Twenty people died and dozens were injured on Tuesday when two passenger trains collided at high speed in southern Italy, sending debris flying into surrounding olive groves.
Three carriages were torn apart by the violence of the impact after the two trains hit each other head-on as they travelled down the same stretch of track that links the small towns of Corato and Andria in the region of Puglia.
“Unfortunately the death toll has risen to 20,” said Giuseppe Corrado, deputy head of the local province. He appealed for blood donors to go to local hospitals, with at least 30 people hurt in the crash.
There was no immediate indication of what had caused one of Italy‘s worst train disasters in recent years, but the government promised a full and swift investigation.
“Tears and grief for the victims and their families, but also a lot of anger. We demand clarity over what happened in Puglia this morning,” Prime Minister Matteo Renzi said on Twitter. He was expected in the region later on Tuesday.
The crash happened at around 11.30am (0930 GMT) on a fiercely hot summer’s day.
Both trains were made up of four carriages. The front carriages on each were pulverised as they slammed into one another. Sky Italia TV quoted sources as saying one of the drivers had died, with no word yet about the fate of the other one.
“It looks like there has been a plane crash,” said the mayor of Corato, Massimo Mazzilli.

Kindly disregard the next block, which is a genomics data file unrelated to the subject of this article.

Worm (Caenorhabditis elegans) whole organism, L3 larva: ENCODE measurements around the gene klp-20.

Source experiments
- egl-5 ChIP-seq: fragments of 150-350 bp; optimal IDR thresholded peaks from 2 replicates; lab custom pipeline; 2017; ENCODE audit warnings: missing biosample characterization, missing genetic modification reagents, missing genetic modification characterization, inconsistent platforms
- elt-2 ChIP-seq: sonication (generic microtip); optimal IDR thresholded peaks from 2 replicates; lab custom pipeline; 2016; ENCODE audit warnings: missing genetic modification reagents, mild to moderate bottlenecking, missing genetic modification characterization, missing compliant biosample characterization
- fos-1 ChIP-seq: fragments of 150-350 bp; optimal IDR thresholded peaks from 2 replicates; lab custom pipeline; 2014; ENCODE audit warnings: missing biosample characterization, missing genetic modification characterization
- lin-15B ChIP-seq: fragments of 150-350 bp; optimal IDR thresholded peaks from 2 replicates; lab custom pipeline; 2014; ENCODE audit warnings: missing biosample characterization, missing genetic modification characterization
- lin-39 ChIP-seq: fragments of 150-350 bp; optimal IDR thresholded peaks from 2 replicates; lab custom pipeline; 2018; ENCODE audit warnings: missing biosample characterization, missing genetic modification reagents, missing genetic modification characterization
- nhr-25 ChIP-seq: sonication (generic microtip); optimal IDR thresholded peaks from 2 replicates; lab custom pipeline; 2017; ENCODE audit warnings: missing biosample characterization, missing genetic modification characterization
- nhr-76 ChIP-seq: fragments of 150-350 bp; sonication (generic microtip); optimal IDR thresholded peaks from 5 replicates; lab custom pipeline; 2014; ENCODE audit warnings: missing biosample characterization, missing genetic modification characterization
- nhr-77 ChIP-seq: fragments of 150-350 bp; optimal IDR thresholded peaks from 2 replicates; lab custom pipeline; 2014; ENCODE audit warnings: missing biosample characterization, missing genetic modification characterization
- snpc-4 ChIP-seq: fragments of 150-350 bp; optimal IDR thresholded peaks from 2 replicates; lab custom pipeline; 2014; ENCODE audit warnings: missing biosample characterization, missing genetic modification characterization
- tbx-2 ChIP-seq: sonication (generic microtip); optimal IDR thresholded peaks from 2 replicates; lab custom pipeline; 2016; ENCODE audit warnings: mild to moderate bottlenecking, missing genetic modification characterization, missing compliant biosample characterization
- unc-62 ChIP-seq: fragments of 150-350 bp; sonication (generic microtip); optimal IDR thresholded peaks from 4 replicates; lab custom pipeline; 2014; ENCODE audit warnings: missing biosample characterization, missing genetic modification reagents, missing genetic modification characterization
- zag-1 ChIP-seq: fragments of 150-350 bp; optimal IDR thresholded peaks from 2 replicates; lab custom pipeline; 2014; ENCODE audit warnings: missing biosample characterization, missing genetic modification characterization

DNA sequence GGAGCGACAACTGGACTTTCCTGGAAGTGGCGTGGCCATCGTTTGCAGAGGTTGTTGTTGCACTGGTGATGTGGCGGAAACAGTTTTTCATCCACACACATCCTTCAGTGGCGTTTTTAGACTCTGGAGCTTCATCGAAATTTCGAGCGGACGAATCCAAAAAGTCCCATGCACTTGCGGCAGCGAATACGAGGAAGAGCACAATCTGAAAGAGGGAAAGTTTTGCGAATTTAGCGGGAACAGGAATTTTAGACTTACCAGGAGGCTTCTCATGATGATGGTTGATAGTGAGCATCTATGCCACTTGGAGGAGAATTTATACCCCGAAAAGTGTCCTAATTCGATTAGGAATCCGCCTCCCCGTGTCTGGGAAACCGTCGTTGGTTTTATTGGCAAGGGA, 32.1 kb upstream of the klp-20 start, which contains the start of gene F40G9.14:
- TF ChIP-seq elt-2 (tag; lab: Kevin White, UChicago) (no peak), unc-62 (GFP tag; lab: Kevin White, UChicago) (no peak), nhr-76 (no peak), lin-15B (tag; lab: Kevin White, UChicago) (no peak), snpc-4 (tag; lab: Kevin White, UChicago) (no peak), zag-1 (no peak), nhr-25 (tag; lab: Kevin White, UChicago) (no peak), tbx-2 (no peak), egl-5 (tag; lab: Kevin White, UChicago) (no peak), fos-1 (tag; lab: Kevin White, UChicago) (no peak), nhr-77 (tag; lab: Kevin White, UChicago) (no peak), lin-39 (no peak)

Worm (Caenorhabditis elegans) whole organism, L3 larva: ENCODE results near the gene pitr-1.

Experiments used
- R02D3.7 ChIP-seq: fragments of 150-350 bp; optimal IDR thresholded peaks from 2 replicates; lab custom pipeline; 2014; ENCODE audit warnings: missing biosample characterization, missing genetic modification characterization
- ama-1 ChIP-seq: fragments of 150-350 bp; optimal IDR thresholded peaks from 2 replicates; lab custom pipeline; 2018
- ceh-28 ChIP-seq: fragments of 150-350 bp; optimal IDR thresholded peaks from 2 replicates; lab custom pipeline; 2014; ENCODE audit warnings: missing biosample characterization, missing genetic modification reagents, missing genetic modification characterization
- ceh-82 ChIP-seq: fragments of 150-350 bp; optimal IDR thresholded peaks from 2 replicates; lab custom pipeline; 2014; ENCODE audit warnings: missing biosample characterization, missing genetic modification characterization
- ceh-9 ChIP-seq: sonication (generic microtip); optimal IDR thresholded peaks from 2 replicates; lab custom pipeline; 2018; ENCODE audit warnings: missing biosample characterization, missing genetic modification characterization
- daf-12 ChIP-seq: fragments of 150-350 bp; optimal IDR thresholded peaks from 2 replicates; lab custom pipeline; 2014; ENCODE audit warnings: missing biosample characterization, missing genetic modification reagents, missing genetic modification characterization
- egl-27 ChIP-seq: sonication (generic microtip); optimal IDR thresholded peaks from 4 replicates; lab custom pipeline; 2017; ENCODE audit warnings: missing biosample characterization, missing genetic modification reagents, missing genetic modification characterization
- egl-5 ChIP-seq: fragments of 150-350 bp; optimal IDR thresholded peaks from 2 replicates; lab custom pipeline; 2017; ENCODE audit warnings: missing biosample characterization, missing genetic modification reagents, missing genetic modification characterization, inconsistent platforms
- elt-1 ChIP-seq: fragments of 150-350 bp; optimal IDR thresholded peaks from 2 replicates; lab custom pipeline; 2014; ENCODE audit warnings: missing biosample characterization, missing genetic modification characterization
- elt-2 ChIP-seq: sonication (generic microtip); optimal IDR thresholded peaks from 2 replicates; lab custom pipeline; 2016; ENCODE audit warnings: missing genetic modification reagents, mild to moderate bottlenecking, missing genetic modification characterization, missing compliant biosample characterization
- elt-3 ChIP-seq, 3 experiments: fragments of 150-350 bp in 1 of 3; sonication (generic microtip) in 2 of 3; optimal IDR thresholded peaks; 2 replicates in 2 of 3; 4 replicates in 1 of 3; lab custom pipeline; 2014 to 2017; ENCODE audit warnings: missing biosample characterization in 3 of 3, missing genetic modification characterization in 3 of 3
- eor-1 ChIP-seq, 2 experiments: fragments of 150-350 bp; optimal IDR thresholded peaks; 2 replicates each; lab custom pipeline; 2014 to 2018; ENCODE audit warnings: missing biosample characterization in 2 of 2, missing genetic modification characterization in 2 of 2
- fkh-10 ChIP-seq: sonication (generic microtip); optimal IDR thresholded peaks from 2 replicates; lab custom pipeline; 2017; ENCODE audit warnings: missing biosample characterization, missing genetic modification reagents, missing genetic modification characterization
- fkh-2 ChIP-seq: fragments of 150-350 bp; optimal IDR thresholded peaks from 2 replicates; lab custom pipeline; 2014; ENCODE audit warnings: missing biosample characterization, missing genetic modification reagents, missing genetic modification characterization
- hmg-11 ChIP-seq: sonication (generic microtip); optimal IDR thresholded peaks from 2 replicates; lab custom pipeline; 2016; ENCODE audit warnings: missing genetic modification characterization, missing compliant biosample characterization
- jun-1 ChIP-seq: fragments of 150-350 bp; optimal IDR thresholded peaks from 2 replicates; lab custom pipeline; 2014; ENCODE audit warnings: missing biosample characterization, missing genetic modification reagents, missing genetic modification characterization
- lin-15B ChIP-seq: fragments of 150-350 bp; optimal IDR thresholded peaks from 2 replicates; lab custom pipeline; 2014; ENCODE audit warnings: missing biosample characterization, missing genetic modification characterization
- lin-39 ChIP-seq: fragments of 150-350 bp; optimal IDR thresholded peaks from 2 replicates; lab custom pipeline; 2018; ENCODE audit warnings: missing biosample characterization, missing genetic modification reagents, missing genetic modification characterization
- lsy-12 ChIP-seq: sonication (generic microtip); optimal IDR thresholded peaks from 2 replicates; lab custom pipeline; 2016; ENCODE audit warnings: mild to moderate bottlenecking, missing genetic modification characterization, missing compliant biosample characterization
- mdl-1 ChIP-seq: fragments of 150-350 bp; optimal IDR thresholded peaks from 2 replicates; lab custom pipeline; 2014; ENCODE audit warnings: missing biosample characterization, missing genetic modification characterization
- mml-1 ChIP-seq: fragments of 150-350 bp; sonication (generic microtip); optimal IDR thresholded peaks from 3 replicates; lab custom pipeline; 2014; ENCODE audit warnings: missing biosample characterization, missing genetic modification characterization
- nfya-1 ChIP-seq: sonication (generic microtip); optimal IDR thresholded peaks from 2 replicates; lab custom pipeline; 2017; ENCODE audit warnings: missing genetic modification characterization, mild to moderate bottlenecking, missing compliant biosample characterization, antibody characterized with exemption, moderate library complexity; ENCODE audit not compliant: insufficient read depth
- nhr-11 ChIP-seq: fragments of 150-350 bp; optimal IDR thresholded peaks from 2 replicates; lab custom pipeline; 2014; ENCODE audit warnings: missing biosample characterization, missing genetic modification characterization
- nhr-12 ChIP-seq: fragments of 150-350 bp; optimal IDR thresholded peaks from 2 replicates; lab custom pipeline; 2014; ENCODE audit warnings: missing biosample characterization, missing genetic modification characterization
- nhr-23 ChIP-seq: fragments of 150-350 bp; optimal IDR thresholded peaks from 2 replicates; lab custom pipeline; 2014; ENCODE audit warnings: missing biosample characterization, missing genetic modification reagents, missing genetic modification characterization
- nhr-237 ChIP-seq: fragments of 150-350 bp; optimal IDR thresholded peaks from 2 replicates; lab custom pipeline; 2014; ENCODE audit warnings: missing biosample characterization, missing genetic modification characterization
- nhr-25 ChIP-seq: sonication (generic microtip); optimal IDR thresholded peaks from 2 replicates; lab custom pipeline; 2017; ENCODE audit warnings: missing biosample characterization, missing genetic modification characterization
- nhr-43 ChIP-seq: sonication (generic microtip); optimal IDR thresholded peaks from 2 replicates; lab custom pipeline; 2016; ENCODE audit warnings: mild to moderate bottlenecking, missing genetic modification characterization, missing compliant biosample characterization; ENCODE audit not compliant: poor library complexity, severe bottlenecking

Rescue services parked their ambulances and fire trucks among the olive trees and set up a field hospital to treat the injured. The sound of crickets rang out as the first bodies were extracted from the site in metal caskets.
“I dug through the wreckage and managed to save my husband. But I saw people cut to pieces,” said an elderly woman standing alongside her husband, whose head was swathed in bandages. Another survivor said he was thrown to the floor by the impact. “When I got up, I saw hellish scenes around me.”
Kicking up clouds of dust, helicopters landed in a nearby field to pick up the most seriously injured.
It was not clear how many people had been on the trains at the time of the collision. By mid-afternoon a giant crane had arrived at the scene to start lifting the smashed carriages to see if any bodies were still trapped under the wreckage.
The stretch of track is operated by a small, private rail company Ferrotramviaria. Italian media said the European Union had earmarked funds to build a second track along the route but that the work had been delayed.
The last major rail disaster in Italy was in 2009 when a freight train derailed in Viareggio, in the centre of the country, and more than 30 people living close to the tracks died in the subsequent fire.